On Tuesday, voters in Connecticut, Minnesota, Vermont, and Wisconsin will cast ballots for their state’s downballot primaries. Below is our look at the key races to watch. The first polls will close at 7 PM ET in Vermont, and as always, we’ll be liveblogging all the results at Daily Kos Elections and tweeting as well.
● MN-02 (R): Barack Obama defeated Mitt Romney by just a 0.1 percent margin in this suburban Minneapolis swing seat, but Democrats have never had much luck going after Republican Rep. John Kline. However, Kline finally decided to retire this cycle, and a disastrous GOP candidate may cost Team Red everything here if he wins the primary.
Former conservative radio host Jason Lewis is not the GOP’s ideal choice, but he’s a Democratic opposition researcher’s dream. In his long career, Lewis has said, among other things, that the “white population" has been "committing cultural suicide” by not reproducing fast enough; that rape allegations come out of consensual sex “all the time;"and perhaps best of all:
“You've got a vast majority of young single women who couldn't explain to you what GDP means. You know what they care about? They care about abortion. They care about abortion and gay marriage. They care about 'The View.' They are non-thinking.”
However, despite—or perhaps because of—his appalling commentary, Lewis won the state party's endorsement in May. That's not the same thing as winning the Republican nomination, but many voters and elected officials take the endorsement process very seriously, and many candidates often pledge to drop out if they aren’t chosen by the party.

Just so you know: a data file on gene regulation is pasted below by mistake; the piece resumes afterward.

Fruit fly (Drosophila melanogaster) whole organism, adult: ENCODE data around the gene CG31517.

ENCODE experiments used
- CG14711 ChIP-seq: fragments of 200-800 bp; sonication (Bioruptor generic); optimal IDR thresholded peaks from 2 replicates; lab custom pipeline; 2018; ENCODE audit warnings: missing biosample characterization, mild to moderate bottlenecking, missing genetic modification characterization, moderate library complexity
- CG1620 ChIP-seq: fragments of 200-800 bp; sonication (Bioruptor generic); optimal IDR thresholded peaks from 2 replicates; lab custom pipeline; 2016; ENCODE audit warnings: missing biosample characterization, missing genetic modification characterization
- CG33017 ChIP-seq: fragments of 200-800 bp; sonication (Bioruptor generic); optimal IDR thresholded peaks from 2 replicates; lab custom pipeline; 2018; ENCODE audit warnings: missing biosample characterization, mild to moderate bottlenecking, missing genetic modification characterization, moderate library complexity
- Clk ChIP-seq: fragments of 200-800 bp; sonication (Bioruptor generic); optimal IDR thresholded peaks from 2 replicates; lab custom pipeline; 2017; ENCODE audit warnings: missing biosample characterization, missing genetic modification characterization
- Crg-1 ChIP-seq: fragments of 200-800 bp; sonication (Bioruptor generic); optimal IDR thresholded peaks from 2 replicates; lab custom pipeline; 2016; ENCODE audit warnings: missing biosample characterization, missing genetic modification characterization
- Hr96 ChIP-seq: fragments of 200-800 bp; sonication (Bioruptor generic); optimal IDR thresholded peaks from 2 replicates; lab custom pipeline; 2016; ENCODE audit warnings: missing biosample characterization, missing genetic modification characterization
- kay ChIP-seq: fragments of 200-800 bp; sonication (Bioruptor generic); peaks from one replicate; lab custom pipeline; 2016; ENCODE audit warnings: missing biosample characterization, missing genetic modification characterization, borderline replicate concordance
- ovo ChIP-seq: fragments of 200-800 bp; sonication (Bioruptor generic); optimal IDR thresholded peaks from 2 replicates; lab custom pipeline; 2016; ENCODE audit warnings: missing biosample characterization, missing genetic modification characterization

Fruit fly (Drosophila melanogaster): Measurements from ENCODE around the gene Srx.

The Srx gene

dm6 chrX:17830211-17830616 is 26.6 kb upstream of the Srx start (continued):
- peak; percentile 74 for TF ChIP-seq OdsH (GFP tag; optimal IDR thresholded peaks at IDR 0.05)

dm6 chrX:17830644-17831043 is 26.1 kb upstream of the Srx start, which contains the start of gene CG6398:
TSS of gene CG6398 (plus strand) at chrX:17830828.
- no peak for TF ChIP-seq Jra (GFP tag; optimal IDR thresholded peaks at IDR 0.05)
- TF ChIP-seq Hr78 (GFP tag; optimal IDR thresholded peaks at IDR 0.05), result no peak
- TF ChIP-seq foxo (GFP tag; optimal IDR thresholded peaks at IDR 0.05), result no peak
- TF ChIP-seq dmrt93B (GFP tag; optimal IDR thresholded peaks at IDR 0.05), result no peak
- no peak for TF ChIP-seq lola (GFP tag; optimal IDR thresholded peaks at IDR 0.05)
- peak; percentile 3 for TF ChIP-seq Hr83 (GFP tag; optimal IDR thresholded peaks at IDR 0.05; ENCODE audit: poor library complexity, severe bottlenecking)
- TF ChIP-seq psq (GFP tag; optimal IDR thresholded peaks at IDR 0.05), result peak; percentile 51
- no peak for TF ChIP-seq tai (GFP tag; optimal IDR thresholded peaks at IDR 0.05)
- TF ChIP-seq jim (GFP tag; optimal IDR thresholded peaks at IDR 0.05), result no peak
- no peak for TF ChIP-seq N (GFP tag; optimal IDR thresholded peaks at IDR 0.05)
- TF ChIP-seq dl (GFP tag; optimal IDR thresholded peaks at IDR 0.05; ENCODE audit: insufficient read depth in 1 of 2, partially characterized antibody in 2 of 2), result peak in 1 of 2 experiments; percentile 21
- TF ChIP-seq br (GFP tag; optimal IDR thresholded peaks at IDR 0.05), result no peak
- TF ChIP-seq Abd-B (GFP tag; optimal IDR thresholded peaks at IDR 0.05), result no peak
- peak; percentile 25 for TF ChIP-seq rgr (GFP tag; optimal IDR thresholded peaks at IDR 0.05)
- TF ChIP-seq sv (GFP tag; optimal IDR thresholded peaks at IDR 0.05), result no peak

Some, however, invariably refuse to abide by the results of the convention and forge on to the primary, which is precisely what happened here. Businesswoman Darlene Miller did just that, with the the support of Kline, who has starred in a TV ad for her. But neither Miller nor Lewis has raised or spent a massive amount of cash: From July 1 to 20, Miller outspent Lewis just $65,000 to $37,000.
A third candidate, ex-state Sen. John Howe, also stuck around after the convention, but he seems to have given up. Howe has spent very little, and while he initially loaned his campaign $643,000, he quietly repaid himself $250,000 of it before the primary. That’s left this largely a race between Miller and Lewis, but given the grassroots enthusiasm Lewis’ reptilian mouth has earned him, he stands a very good chance of winning among Republicans a second time.
But whoever emerges as the GOP nominee faces Democrat Angie Craig, a wealthy former healthcare executive who has stockpiled a huge $1.8 million warchest, far more than all the Republicans combined. If Miller makes it through the primary, national Republicans are likely to help her raise cash for what will be a tough race. However, if they have to deal with Lewis, they may just focus their attention elsewhere.